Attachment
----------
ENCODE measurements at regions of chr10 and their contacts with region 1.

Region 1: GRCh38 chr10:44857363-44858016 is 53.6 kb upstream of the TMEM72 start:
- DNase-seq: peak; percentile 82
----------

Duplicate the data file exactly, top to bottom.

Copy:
ENCODE measurements at regions of chr10 and their contacts with region 1.

Region 1: GRCh38 chr10:44857363-44858016 is 53.6 kb upstream of the TMEM72 start:
- DNase-seq: peak; percentile 82